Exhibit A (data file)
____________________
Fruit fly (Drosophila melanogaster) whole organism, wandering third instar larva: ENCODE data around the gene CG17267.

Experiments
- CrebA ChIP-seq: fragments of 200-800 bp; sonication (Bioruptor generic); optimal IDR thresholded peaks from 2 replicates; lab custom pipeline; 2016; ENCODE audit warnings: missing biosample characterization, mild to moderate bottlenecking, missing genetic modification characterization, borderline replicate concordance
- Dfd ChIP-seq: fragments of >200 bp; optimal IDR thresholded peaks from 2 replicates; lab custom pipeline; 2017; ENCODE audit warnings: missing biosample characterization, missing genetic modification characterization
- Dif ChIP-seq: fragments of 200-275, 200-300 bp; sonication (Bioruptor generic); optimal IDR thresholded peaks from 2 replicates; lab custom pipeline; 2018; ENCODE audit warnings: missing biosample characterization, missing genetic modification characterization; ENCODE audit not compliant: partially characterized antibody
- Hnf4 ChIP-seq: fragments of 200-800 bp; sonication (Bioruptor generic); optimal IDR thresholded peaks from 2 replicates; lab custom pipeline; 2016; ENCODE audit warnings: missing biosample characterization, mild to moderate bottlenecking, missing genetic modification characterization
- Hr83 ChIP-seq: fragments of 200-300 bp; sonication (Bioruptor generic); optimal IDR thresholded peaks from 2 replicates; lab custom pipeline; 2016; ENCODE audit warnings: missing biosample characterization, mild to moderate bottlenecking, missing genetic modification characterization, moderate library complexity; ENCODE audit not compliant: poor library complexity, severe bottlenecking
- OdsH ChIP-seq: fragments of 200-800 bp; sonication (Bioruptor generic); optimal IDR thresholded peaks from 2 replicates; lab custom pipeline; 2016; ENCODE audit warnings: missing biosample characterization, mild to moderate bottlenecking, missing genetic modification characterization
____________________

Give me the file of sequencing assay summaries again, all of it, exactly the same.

Fruit fly (Drosophila melanogaster) whole organism, wandering third instar larva: ENCODE data around the gene CG17267.

Experiments
- CrebA ChIP-seq: fragments of 200-800 bp; sonication (Bioruptor generic); optimal IDR thresholded peaks from 2 replicates; lab custom pipeline; 2016; ENCODE audit warnings: missing biosample characterization, mild to moderate bottlenecking, missing genetic modification characterization, borderline replicate concordance
- Dfd ChIP-seq: fragments of >200 bp; optimal IDR thresholded peaks from 2 replicates; lab custom pipeline; 2017; ENCODE audit warnings: missing biosample characterization, missing genetic modification characterization
- Dif ChIP-seq: fragments of 200-275, 200-300 bp; sonication (Bioruptor generic); optimal IDR thresholded peaks from 2 replicates; lab custom pipeline; 2018; ENCODE audit warnings: missing biosample characterization, missing genetic modification characterization; ENCODE audit not compliant: partially characterized antibody
- Hnf4 ChIP-seq: fragments of 200-800 bp; sonication (Bioruptor generic); optimal IDR thresholded peaks from 2 replicates; lab custom pipeline; 2016; ENCODE audit warnings: missing biosample characterization, mild to moderate bottlenecking, missing genetic modification characterization
- Hr83 ChIP-seq: fragments of 200-300 bp; sonication (Bioruptor generic); optimal IDR thresholded peaks from 2 replicates; lab custom pipeline; 2016; ENCODE audit warnings: missing biosample characterization, mild to moderate bottlenecking, missing genetic modification characterization, moderate library complexity; ENCODE audit not compliant: poor library complexity, severe bottlenecking
- OdsH ChIP-seq: fragments of 200-800 bp; sonication (Bioruptor generic); optimal IDR thresholded peaks from 2 replicates; lab custom pipeline; 2016; ENCODE audit warnings: missing biosample characterization, mild to moderate bottlenecking, missing genetic modification characterization